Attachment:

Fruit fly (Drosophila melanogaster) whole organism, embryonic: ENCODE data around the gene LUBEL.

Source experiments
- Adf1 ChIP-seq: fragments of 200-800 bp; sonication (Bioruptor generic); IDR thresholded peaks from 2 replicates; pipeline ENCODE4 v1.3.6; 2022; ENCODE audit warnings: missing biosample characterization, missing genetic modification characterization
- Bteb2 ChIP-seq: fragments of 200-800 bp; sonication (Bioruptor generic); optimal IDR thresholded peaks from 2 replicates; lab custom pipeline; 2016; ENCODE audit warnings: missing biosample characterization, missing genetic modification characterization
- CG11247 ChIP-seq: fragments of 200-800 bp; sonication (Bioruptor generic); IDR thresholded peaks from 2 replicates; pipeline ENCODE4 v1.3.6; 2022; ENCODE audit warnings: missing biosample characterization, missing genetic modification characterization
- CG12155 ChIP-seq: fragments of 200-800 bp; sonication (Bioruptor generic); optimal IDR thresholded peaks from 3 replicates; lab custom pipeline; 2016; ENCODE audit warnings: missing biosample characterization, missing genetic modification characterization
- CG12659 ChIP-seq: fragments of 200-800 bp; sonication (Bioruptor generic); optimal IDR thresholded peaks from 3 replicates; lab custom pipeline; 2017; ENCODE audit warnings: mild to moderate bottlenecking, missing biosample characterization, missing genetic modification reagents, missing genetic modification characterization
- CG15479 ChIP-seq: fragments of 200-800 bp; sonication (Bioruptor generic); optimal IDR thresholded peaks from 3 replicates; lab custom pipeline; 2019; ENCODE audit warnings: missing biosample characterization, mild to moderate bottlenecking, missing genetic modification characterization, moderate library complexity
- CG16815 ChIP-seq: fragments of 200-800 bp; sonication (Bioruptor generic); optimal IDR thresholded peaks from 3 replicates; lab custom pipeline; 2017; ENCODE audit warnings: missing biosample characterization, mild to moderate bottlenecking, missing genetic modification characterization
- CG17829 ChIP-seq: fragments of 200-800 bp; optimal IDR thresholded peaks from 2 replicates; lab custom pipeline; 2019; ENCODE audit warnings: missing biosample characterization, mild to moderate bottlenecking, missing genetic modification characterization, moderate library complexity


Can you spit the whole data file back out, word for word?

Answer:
Fruit fly (Drosophila melanogaster) whole organism, embryonic: ENCODE data around the gene LUBEL.

Source experiments
- Adf1 ChIP-seq: fragments of 200-800 bp; sonication (Bioruptor generic); IDR thresholded peaks from 2 replicates; pipeline ENCODE4 v1.3.6; 2022; ENCODE audit warnings: missing biosample characterization, missing genetic modification characterization
- Bteb2 ChIP-seq: fragments of 200-800 bp; sonication (Bioruptor generic); optimal IDR thresholded peaks from 2 replicates; lab custom pipeline; 2016; ENCODE audit warnings: missing biosample characterization, missing genetic modification characterization
- CG11247 ChIP-seq: fragments of 200-800 bp; sonication (Bioruptor generic); IDR thresholded peaks from 2 replicates; pipeline ENCODE4 v1.3.6; 2022; ENCODE audit warnings: missing biosample characterization, missing genetic modification characterization
- CG12155 ChIP-seq: fragments of 200-800 bp; sonication (Bioruptor generic); optimal IDR thresholded peaks from 3 replicates; lab custom pipeline; 2016; ENCODE audit warnings: missing biosample characterization, missing genetic modification characterization
- CG12659 ChIP-seq: fragments of 200-800 bp; sonication (Bioruptor generic); optimal IDR thresholded peaks from 3 replicates; lab custom pipeline; 2017; ENCODE audit warnings: mild to moderate bottlenecking, missing biosample characterization, missing genetic modification reagents, missing genetic modification characterization
- CG15479 ChIP-seq: fragments of 200-800 bp; sonication (Bioruptor generic); optimal IDR thresholded peaks from 3 replicates; lab custom pipeline; 2019; ENCODE audit warnings: missing biosample characterization, mild to moderate bottlenecking, missing genetic modification characterization, moderate library complexity
- CG16815 ChIP-seq: fragments of 200-800 bp; sonication (Bioruptor generic); optimal IDR thresholded peaks from 3 replicates; lab custom pipeline; 2017; ENCODE audit warnings: missing biosample characterization, mild to moderate bottlenecking, missing genetic modification characterization
- CG17829 ChIP-seq: fragments of 200-800 bp; optimal IDR thresholded peaks from 2 replicates; lab custom pipeline; 2019; ENCODE audit warnings: missing biosample characterization, mild to moderate bottlenecking, missing genetic modification characterization, moderate library complexity